WPP software tracing involves several components. This section provides a brief description of each component and shows how the components work together in a trace session.
A trace provider is any application, operating system component, or driver that is instrumented for WPP tracing. To trace specific operations, a driver can be separated into multiple WPP trace providers, even within a single source file. This chapter discusses how to instrument a WDF driver as a trace provider.
A trace provider generates trace messages only when the provider is enabled by a trace controller, which is an application or tool that manages a trace session. Two commonly used trace controllers-TraceView and TraceLog-are included with the WDK tools. A trace controller can enable multiple providers for a session, including providers from different drivers or system components. When a session has multiple providers, the messages are interleaved in the trace log in the order in which they are received. If a driver has defined multiple providers, the trace controller can be configured to enable messages only from selected providers. However, with WPP tracing, different providers from the same driver can only be enabled for a single session.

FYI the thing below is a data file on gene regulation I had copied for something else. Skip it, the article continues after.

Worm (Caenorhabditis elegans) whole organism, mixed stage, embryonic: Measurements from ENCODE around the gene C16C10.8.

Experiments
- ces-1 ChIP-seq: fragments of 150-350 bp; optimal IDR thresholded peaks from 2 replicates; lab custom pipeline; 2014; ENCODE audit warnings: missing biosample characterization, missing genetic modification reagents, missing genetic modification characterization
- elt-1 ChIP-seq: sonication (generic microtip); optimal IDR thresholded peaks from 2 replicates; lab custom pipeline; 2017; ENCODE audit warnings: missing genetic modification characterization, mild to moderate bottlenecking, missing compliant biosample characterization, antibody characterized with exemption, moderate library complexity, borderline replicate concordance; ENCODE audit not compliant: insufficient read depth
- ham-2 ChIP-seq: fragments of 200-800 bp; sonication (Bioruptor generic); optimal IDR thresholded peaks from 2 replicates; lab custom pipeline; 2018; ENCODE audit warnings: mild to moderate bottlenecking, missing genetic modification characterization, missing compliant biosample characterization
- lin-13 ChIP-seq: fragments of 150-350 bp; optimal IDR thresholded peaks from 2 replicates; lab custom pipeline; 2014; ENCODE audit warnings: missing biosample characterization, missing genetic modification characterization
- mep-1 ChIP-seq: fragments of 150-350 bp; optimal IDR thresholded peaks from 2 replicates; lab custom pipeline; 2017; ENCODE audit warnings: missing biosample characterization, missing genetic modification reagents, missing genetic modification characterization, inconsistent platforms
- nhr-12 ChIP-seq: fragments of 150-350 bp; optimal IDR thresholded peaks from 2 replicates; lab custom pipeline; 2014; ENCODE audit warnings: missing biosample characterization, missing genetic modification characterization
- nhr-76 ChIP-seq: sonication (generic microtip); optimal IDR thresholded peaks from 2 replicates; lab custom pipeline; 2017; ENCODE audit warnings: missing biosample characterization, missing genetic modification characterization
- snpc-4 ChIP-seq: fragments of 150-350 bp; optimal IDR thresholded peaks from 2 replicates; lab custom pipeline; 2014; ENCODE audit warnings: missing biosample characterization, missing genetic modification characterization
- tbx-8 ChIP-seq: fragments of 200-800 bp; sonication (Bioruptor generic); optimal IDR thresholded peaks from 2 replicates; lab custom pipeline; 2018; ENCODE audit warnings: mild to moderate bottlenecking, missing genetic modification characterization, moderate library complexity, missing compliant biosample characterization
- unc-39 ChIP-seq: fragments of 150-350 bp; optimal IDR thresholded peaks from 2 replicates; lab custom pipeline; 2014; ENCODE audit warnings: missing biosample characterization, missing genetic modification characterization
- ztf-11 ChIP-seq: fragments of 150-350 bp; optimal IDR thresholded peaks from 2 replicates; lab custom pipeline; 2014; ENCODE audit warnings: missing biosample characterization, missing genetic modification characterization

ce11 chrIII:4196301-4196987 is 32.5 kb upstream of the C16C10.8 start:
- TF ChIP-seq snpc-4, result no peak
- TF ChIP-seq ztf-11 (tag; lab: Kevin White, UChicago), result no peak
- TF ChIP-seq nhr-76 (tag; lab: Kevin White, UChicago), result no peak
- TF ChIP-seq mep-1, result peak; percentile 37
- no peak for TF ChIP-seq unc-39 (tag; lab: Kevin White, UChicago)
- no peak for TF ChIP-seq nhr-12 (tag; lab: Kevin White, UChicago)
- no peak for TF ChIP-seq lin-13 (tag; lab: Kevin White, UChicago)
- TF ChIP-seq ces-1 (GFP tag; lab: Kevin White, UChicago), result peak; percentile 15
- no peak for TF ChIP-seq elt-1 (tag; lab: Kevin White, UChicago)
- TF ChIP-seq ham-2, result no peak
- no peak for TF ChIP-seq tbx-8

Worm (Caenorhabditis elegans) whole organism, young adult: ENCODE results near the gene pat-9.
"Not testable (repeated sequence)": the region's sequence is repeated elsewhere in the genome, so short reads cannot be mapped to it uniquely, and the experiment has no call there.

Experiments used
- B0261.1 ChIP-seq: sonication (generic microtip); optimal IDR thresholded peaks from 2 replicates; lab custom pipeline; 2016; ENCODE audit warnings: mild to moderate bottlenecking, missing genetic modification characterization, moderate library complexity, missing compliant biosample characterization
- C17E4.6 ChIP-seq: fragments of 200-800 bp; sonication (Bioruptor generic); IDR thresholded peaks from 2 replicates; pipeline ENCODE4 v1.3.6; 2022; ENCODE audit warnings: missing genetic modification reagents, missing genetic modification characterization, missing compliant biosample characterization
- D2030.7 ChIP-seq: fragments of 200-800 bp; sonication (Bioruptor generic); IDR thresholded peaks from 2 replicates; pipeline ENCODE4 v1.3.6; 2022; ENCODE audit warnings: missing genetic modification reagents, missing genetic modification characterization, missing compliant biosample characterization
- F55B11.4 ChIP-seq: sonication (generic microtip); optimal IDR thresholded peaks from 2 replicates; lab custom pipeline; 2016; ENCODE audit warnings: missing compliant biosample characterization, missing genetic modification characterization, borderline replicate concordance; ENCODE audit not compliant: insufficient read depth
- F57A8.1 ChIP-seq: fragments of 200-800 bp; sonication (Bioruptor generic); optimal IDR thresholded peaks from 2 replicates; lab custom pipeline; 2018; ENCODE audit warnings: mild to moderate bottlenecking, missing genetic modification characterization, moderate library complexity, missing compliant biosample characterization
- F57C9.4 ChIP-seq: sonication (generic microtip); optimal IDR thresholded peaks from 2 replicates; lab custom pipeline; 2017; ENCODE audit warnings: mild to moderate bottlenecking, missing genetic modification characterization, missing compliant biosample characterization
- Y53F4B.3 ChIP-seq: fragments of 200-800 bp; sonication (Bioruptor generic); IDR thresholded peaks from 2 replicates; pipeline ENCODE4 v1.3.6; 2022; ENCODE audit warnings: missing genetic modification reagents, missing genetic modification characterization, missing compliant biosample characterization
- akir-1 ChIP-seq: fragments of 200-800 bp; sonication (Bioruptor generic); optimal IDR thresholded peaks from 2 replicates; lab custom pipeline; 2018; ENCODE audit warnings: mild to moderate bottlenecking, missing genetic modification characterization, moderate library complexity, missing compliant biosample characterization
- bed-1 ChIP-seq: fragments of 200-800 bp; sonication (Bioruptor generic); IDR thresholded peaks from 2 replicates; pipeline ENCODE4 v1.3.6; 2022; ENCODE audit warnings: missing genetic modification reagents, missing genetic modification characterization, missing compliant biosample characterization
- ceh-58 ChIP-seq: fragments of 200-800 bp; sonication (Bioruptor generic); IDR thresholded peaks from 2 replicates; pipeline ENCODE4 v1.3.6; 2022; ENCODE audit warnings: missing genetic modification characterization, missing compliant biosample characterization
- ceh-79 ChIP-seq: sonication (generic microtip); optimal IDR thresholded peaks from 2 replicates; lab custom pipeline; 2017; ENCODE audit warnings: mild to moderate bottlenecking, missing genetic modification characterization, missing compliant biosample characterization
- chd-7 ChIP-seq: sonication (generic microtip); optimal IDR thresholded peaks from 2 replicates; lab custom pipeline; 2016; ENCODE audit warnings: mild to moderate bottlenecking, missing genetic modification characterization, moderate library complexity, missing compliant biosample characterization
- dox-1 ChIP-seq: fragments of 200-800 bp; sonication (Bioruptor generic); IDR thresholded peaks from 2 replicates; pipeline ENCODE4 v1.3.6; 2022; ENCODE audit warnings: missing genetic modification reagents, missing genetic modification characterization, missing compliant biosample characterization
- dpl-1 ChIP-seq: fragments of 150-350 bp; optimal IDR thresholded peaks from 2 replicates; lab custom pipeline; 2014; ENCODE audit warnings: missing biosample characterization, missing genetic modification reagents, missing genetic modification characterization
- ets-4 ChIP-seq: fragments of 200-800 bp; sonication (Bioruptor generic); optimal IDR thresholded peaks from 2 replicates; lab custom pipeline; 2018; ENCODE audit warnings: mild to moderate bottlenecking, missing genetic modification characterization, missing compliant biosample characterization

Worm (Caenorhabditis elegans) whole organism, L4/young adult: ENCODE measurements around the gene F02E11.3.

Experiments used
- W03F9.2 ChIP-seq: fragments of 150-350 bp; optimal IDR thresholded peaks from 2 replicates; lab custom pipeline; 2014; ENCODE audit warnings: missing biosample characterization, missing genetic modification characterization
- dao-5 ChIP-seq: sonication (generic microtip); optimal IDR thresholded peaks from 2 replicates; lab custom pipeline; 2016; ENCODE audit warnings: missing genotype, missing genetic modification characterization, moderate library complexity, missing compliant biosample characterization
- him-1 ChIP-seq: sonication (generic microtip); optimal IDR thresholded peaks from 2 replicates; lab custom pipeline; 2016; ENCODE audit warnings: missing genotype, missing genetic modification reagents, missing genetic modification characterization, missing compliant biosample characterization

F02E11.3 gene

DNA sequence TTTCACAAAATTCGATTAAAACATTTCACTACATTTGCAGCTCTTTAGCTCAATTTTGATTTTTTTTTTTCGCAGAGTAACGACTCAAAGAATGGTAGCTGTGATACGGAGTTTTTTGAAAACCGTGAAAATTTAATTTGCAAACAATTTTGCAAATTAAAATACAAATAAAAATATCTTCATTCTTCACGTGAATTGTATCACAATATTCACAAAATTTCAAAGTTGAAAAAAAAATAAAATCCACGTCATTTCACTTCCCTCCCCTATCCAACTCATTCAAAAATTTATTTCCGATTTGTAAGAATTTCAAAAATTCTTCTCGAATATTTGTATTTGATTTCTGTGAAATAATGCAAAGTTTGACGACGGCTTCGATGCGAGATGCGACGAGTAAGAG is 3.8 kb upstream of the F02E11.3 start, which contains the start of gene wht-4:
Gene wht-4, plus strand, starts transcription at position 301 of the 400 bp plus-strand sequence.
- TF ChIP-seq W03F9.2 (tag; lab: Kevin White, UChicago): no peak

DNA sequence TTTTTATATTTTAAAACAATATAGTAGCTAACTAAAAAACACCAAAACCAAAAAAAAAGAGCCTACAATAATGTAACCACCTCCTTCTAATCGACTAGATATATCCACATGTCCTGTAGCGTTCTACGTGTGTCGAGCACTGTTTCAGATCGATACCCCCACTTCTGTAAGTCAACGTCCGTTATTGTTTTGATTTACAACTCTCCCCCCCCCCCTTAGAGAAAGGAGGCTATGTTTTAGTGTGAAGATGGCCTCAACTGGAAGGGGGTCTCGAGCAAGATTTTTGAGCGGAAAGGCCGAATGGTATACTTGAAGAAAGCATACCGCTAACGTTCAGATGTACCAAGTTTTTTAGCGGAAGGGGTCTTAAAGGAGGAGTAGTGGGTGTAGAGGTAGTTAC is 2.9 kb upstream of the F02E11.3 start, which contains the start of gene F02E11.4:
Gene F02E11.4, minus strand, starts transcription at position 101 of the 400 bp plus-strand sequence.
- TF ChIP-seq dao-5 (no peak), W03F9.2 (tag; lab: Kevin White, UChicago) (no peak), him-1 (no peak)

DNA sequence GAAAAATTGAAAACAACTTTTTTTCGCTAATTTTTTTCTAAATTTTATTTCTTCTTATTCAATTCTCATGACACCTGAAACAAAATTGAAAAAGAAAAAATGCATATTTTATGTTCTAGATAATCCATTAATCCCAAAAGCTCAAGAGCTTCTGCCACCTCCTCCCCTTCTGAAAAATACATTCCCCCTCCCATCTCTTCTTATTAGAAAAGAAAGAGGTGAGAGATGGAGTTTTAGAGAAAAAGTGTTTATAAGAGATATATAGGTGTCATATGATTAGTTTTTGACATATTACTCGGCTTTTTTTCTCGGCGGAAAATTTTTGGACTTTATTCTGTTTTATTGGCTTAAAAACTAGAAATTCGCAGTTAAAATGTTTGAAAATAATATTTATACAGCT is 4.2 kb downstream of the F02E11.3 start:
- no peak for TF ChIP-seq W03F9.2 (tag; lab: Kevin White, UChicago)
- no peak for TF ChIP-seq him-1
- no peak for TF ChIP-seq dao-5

Tip See "Controlling Event Tracing Sessions" in the Platform SDK for a discussion of how to write your own trace controller by using the ETW API-online at http://go.microsoft.com/fwlink/?LinkId=80062.